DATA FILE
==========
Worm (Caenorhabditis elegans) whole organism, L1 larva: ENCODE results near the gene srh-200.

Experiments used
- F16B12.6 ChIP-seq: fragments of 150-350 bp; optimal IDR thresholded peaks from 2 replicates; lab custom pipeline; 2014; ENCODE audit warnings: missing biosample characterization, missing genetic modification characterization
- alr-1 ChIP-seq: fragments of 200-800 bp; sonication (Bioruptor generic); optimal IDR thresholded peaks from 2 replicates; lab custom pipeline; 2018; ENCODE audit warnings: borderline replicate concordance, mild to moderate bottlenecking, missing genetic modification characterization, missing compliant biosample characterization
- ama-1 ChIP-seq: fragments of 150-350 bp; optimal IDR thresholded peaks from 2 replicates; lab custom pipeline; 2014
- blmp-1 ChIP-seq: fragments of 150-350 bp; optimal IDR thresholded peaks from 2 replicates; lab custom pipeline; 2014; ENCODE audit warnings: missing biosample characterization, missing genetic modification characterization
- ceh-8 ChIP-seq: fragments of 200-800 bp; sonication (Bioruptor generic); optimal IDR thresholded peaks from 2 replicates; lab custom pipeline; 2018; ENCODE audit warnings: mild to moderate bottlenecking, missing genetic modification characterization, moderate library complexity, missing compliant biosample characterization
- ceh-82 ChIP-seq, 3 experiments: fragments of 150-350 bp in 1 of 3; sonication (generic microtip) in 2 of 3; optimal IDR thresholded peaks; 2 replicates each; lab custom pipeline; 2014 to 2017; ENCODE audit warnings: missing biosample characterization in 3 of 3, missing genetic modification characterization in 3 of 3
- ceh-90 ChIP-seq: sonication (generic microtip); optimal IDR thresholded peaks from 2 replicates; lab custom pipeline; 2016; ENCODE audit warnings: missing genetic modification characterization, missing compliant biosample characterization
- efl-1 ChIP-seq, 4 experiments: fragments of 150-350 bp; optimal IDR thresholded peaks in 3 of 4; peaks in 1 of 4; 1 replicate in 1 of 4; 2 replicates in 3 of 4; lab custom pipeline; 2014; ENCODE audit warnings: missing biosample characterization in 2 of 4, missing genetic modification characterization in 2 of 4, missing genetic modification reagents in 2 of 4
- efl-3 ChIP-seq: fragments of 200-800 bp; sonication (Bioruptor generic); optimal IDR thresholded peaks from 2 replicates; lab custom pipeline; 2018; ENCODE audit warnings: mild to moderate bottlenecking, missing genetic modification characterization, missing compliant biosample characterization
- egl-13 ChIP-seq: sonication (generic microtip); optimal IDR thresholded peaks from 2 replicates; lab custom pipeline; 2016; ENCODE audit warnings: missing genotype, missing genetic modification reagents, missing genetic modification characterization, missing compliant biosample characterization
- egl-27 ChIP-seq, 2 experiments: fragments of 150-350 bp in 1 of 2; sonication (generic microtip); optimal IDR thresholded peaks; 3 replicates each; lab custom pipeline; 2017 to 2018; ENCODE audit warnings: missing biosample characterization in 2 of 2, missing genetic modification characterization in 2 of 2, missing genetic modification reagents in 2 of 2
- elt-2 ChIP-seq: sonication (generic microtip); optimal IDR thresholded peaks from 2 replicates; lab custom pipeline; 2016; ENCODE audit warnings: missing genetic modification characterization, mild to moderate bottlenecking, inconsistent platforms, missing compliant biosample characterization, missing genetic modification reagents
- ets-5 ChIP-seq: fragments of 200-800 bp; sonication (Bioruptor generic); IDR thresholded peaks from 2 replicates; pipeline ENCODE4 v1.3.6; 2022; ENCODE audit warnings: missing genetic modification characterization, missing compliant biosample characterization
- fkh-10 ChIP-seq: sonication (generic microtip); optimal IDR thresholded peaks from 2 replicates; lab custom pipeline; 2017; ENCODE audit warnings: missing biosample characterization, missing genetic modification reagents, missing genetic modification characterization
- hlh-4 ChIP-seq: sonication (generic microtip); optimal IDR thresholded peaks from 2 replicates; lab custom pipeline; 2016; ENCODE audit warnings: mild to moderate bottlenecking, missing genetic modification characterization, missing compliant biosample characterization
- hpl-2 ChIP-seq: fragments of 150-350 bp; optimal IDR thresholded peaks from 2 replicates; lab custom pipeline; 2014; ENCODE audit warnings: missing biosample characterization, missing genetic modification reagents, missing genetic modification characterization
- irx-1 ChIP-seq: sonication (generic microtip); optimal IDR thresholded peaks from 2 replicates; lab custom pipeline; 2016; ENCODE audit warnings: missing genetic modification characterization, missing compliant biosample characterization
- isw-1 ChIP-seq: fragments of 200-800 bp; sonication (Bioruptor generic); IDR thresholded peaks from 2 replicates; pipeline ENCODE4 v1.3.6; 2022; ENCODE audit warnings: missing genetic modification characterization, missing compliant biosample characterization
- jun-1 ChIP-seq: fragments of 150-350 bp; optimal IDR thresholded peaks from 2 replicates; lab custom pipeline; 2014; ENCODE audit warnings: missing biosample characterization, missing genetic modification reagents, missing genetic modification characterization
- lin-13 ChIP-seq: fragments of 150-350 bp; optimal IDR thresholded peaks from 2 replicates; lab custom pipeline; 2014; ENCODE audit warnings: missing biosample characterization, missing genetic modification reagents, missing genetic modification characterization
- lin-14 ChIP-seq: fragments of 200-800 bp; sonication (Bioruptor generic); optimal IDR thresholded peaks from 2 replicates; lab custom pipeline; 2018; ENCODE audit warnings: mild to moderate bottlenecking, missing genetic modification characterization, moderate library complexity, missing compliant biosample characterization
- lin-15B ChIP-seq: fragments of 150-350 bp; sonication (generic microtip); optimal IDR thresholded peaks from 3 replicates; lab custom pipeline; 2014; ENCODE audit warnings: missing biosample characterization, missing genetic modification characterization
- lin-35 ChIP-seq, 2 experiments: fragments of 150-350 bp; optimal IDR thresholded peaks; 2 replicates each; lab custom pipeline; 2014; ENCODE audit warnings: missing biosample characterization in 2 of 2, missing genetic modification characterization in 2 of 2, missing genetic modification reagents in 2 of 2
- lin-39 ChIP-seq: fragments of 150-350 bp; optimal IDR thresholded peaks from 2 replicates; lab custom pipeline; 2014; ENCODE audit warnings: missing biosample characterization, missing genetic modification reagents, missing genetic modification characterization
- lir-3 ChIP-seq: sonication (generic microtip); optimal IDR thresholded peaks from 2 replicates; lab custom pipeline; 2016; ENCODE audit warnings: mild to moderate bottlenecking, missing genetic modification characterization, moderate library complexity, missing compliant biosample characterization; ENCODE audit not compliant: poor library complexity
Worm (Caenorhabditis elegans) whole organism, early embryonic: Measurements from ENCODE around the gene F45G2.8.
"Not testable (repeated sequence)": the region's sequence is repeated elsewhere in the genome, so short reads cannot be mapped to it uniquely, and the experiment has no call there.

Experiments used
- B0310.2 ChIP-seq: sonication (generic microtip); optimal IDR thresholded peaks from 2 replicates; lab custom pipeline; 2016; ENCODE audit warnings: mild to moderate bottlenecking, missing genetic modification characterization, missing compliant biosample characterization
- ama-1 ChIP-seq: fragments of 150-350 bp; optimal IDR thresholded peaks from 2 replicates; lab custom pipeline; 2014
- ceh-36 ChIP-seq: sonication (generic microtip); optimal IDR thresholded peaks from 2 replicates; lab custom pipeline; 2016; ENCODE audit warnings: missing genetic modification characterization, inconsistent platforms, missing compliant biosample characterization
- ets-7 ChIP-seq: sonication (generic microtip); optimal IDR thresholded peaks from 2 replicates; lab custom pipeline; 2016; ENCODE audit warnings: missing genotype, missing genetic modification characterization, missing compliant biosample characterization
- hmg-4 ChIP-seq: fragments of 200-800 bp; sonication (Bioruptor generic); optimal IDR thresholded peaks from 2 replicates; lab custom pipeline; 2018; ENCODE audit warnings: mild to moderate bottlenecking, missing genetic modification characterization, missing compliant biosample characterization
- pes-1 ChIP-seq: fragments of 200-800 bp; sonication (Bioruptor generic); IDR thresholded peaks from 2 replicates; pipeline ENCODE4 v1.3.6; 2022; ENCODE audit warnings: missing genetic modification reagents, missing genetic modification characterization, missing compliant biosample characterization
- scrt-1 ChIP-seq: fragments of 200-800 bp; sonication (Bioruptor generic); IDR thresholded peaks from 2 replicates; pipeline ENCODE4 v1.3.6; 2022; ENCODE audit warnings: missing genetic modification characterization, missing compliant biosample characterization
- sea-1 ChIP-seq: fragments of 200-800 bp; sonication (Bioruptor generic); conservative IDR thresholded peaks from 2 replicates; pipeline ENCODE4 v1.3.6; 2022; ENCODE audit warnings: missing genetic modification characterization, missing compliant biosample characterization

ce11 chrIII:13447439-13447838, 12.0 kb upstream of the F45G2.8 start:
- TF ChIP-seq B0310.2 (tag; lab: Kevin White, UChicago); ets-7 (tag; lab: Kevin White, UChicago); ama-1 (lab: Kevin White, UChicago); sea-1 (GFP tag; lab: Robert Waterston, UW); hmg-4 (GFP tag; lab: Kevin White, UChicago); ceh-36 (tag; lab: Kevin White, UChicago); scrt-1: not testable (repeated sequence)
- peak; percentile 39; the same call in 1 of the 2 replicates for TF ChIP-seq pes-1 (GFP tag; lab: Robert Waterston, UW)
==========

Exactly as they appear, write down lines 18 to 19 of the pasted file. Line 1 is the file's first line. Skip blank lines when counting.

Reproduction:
- hpl-2 ChIP-seq: fragments of 150-350 bp; optimal IDR thresholded peaks from 2 replicates; lab custom pipeline; 2014; ENCODE audit warnings: missing biosample characterization, missing genetic modification reagents, missing genetic modification characterization
- irx-1 ChIP-seq: sonication (generic microtip); optimal IDR thresholded peaks from 2 replicates; lab custom pipeline; 2016; ENCODE audit warnings: missing genetic modification characterization, missing compliant biosample characterization